By Elizabeth Merab
It may soon be harder to cross the border into any East African country without a yellow fever certificate if a new policy to reintroduce the stringent measures of old is adopted.
According to the new guidelines, East Africans planning to go to any of the six countries within the EAC will be required to show proof that they have been vaccinated against yellow fever 10 days before their actual travel date.
This, therefore, means that anyone without a valid yellow fever vaccination certificate will be denied entry to either Kenya, Tanzania, Uganda, Rwanda, Burundi or Sudan, explained Dr Michael Katende, the acting head of the health department at the East African Community Secretariat in Arusha.
“We continue to have our surveillance system in place, and shall continue to insist on the yellow fever certificate especially if you are coming from a country which has been known to have few outbreaks,” said Dr Katende.
The request for the certificates and insistence on using the vaccination is for protection, Dr Katende said, was prompted by the recent increased in outbreaks in the region.
“We are also alive to the fact that by virtue of the EAC region bordering DRC, a country with a huge forest cover and biodiversity, we need to heighten our surveillance,” he said.
Yellow fever is a viral infection spread by a type of mosquito. The infection is most common in Africa and South America, affecting travellers to and residents of those areas.
Two weeks ago, Ugandan Health Ministry declared a yellow fever outbreak after laboratory test confirmed cases were reported from Koboko and Masaka districts, located in the northern and central regions of the country, according to a bulletin from the WHO African regional office.
Officials identified two cases of yellow fever in March, when routine surveillance showed the virus in an 80-year-old woman and a 10-year-old girl, neither of whom had been vaccinated against it.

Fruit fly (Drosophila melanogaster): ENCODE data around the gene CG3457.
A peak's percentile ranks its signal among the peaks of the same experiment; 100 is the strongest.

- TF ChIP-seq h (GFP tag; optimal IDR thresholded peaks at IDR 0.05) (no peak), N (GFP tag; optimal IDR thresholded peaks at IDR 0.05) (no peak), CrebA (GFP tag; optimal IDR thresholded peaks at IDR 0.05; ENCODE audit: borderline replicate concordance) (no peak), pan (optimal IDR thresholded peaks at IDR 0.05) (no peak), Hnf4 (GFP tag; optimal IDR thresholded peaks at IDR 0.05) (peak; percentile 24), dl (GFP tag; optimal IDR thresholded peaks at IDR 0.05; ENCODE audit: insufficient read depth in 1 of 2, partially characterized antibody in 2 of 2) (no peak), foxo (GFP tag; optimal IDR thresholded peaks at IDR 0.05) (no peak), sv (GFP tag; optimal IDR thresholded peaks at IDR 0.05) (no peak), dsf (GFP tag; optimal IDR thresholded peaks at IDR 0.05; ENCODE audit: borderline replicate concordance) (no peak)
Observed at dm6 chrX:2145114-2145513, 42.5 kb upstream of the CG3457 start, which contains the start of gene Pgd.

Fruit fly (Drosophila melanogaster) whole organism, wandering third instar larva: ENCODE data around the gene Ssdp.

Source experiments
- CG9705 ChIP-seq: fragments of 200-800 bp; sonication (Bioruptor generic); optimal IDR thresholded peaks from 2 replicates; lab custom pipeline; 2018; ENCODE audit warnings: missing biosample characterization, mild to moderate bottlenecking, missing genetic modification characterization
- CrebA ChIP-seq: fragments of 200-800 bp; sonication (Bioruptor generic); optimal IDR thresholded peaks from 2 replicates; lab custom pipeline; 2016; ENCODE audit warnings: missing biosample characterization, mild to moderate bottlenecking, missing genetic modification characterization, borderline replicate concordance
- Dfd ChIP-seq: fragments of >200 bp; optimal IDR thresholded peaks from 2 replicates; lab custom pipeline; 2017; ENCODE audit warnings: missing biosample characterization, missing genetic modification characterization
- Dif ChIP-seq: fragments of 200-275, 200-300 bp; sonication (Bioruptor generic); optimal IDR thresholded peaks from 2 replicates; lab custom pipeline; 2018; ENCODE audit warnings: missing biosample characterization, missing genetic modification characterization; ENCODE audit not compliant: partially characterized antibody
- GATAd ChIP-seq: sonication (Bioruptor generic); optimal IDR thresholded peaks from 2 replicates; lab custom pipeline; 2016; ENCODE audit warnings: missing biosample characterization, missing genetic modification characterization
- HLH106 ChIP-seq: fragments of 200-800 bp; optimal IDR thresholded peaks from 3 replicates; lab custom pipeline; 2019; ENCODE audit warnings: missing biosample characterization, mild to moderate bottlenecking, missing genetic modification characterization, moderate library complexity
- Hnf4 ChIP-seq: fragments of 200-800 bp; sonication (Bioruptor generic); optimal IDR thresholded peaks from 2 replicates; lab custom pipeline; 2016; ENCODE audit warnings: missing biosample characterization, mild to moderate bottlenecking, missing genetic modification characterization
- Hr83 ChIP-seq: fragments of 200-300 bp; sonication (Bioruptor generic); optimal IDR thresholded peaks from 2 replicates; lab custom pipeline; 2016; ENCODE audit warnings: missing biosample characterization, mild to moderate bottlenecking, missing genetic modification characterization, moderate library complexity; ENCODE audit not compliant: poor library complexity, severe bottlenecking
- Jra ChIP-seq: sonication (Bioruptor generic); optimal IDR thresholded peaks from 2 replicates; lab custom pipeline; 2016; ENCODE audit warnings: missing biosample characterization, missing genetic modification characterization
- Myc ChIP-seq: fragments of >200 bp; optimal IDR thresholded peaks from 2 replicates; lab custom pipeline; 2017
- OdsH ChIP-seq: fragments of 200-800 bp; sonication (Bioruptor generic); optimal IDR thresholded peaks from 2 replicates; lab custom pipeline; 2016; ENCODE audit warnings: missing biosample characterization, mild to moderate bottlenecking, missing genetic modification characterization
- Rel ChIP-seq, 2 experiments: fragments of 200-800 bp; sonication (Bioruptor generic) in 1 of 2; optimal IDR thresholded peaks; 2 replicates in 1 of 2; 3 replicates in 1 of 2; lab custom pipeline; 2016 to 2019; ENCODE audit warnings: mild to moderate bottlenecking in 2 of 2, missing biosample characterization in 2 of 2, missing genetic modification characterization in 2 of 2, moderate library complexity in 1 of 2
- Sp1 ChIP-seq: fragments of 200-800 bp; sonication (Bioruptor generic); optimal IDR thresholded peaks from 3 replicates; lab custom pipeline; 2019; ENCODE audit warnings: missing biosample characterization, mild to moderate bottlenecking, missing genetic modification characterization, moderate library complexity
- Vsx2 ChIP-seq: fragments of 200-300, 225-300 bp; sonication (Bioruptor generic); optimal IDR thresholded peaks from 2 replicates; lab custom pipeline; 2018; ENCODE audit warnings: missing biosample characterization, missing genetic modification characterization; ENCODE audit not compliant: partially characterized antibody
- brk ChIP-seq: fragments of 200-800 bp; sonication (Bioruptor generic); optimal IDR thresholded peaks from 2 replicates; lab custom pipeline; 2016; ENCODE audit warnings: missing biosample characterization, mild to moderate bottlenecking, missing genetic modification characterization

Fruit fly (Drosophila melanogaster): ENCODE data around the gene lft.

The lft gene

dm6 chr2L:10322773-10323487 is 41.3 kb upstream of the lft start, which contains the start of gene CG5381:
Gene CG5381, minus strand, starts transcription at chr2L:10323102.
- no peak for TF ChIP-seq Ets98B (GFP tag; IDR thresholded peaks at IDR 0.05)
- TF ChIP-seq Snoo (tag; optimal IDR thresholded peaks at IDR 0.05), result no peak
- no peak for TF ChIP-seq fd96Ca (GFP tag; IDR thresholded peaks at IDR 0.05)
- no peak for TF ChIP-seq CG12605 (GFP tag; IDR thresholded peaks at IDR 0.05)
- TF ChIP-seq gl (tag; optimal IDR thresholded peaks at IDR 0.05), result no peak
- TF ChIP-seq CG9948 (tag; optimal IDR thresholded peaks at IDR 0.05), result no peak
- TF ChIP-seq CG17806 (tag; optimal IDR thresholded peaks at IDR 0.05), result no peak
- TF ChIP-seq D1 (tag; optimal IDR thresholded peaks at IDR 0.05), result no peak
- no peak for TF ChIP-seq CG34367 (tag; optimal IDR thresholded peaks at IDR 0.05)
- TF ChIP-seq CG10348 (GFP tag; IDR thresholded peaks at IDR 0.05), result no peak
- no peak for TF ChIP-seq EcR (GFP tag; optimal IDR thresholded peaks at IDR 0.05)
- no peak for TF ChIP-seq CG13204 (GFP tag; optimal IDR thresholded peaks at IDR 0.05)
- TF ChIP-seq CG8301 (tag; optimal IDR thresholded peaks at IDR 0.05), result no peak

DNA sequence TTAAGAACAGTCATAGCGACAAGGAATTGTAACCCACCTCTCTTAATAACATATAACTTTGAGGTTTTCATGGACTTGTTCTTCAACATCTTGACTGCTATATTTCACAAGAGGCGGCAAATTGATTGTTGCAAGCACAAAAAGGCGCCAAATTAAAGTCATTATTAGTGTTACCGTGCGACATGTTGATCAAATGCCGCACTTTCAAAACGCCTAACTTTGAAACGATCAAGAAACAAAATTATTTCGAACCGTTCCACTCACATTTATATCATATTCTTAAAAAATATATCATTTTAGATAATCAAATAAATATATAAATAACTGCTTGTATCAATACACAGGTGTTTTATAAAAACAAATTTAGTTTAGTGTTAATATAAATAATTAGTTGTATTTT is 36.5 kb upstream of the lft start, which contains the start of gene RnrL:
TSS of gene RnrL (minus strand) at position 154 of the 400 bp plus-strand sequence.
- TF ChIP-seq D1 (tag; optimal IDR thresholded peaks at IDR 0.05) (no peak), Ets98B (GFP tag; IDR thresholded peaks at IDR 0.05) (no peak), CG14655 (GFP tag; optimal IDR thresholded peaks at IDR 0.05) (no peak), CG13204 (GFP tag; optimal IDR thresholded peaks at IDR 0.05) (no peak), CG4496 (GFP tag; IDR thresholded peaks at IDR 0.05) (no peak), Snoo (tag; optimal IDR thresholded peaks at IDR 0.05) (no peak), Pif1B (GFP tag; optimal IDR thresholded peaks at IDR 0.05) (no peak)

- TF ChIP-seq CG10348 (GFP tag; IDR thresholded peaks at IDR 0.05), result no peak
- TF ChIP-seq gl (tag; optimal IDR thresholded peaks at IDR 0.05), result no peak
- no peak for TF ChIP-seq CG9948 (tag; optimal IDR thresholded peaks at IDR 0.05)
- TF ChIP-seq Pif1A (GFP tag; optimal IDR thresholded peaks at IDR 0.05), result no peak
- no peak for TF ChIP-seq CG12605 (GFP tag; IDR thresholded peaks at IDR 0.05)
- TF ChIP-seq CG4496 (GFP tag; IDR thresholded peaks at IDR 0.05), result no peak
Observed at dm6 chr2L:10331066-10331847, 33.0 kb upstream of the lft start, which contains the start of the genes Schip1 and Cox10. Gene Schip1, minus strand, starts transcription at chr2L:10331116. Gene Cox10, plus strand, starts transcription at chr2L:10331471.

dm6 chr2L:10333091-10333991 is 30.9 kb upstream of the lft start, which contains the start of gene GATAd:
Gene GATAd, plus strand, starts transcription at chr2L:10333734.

“On May 14, the Ministry of Health notified WHO of a yellow fever outbreak in the Koboko and Masaka districts located in the Northern and Central region of the country respectively. The outbreak was declared in-country on May 6 following laboratory confirmations from the regional yellow fever reference laboratory, the Uganda Virus Research Institute,” says the WHO status report.
In mild cases, yellow fever causes a fever, headache, nausea and vomiting. But it can become more serious, causing heart, liver and kidney problems along with bleeding (haemorrhaging). Up to 50 per cent of people with the more-severe form of yellow fever die of the disease.
DEADLY AND MOSQUITO-BORNE
Although there is no specific treatment for yellow fever, getting vaccinated before travelling to an area in which the virus is known to exist can protect you from the disease.
Rapid response teams were sent to the villages of both patients and found an additional seven cases of yellow fever, and a “substantial population of unvaccinated individuals due to immigration and missing the yellow fever reactive vaccination campaign, which was conducted in 2016.”
“Although the occurrences are on and off, we still have outbreaks of the disease. We already have enough outbreaks within East Africa, prompting us to maintain their surveillance,” added Dr Katende.
The region has been on high alert since 2016 when there was an outbreak in Angola.
Last year, the disease seemed to get inches closer after the deadly mosquito-borne disease killed 10 people in southwestern Ethiopia forcing the World Health Organisation to release more than a million doses of yellow fever vaccine from its emergency stockpile.
In Africa, Tanzania and South Africa require a valid yellow fever certificate from all citizens and non-citizens (over one year of age) travelling from a yellow fever risk country.
In South Africa, if a traveller is unable to produce a valid yellow fever vaccination certificate at the point of entry, entry is denied and the traveller is placed under quarantine until they are vaccinated.
In East Africa, only Tanzania demands proof of vaccination against yellow fever from visitors upon arrival at the airport. Uganda, however, tightened its rules in 2016 following a WHO recommendation that the country review its yellow fever vaccination policy, and that people from high-risk countries show proof of vaccination.
Kenya followed suit by putting the country on high alert.
Vaccination certificates are routinely checked at points of entry for travellers arriving from countries designated as high risk for yellow fever transmission. Persons who have been in transit exceeding 12 hours through the airport of a country with high risk of yellow fever transmission are also required to produce proof of vaccination upon arrival.
Travellers with an exemption certificate due to medical reasons will be allowed entry, but will be placed under quarantine and/or will be required to report any fever or other symptoms to health authorities.
The WHO guidelines require countries at risk of yellow fever to obtain vaccination certificates from individuals travelling from areas determined by the WHO to be at risk; it also recommends disinfecting aircraft, ships, tyre-casing consignments and other modes of transportation coming from a risk area.